Cream soup blog  

                                                                                Photo by Donna

Among the most exquisite foods are simplest foods.  Creamy soup, here celery root soup, is a great example.  I think we don’t make them even though they use the simplest of ingredients, don’t require chicken stock (or the travesty in a can masquerading as such), though you could certainly use chicken stock if you wished.  The above soup is simply celery root and milk, thickened with a little roux, and enriched with a splash of cream.  The velvet texture is the result of a fine mesh strainer (not strictly required to enjoy these soups but is the difference between a heavenly texture and an earthly texture).

What's also important to note is that this method can be used with just about any vegetable.  Beets, cauliflower, parsnips, potato, mushroom, sweet bell pepper.  Just about any green vegetable will work as well, though I prefer to use a light chicken stock for these.  These soups can be served hot or cold.  They can be made ahead and reheated.  Seasoning can vary—a dash of curry in a mushroom soup, Parmigiano-Regianno in a cauliflour soup.  Roast some cauliflower till it's well caramelized, and this soup and garnish become a great sauce for sauteed scallops, a la Jean Georges.  There's no end to what you can do when you have a little technique.  (The following recipe, is adapted from Ratio, where the technique is discussed in a little more depth.)

1-1/2 ounces flour (about 3 tablespoons)
1 ounce butter (2 tablespoon)
1/3 cup chopped onion
3 cups milk
1 pound celery root (or veg of your choice), 1/4 of it nicely diced, simmered or roasted till tender, cooled and reserved for garnish; the rest can be large diced or roughly chopped
3 ounces cream
salt to taste
fresh lemon juice or white wine vinegar to taste
Serves 4

Lightly cook flour and butter in your soup pot over medium heat.  Add the onions and cook for another minute or two.  Add the milk and simmer until it’s thickened, skimming any film that gathers on the surface.  Salt it to taste.  Add the chopped vegetable and cook gently until it’s tender, about fifteen minutes.  Puree the soup in a blender, taste for seasoning and add more salt if necessary, strain it through a fine mesh strainer into a clean pan or serving dish, add the cream, season with lemon juice as necessary.  Reheat the garnish in a microwave oven or in simmering water.  Divide the garnish among the bowls, then pour in the soup (reheated as necessary).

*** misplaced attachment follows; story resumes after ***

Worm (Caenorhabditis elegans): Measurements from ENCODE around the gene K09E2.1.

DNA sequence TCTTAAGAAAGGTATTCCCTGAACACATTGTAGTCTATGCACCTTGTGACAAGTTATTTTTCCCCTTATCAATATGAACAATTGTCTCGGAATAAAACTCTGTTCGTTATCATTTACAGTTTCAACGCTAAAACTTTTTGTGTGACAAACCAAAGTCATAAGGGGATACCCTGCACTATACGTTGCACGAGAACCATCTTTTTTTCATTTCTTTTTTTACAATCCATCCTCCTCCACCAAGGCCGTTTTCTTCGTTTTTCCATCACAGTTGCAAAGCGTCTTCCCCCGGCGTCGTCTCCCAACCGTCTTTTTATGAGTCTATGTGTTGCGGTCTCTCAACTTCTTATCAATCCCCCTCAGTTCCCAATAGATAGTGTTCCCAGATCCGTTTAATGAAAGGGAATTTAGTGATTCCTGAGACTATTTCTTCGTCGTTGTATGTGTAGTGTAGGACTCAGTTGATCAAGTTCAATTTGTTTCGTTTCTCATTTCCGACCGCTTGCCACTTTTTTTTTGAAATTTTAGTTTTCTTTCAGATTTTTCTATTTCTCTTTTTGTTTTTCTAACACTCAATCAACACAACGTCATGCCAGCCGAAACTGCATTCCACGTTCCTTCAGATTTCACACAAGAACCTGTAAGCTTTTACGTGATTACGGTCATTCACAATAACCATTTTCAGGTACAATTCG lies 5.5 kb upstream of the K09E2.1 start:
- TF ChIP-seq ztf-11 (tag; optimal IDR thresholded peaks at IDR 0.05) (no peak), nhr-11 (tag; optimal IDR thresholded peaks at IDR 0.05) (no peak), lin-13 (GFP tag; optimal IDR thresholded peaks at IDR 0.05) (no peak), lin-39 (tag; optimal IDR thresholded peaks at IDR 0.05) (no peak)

For the vegetable garnish: Vegetable garnish can be cooked and cooled ahead of time, or while your soup is cooking as you would normally cook the vegetable.  Most can be roasted or boiled, mushrooms and sweet bell peppers roasted or sautéed.


31 Wonderful responses to “Cream of Celery Root Soup”

  • carri

    You want to be a super dilligent stirrer once you’ve added the milk to the flour as the flour will cling to the bottom of the pan, but the hard work is rewarded…this is a delightful soup!

  • ruhlman

    Good point, Carri! Be sure to stir with a flat edged spoon. If you fear you’ve scorched the bottom, pour the soup into a new pan and continue to cook.

  • Richard

    I’m going to try the “peas and carrots” mentioned in Ratio tonight. My only concern is that the carrot royale sets.

  • corey

    this sounds so awesome, and fits nicely with my recent obsession with root veggies. thanks!

  • Jacqueline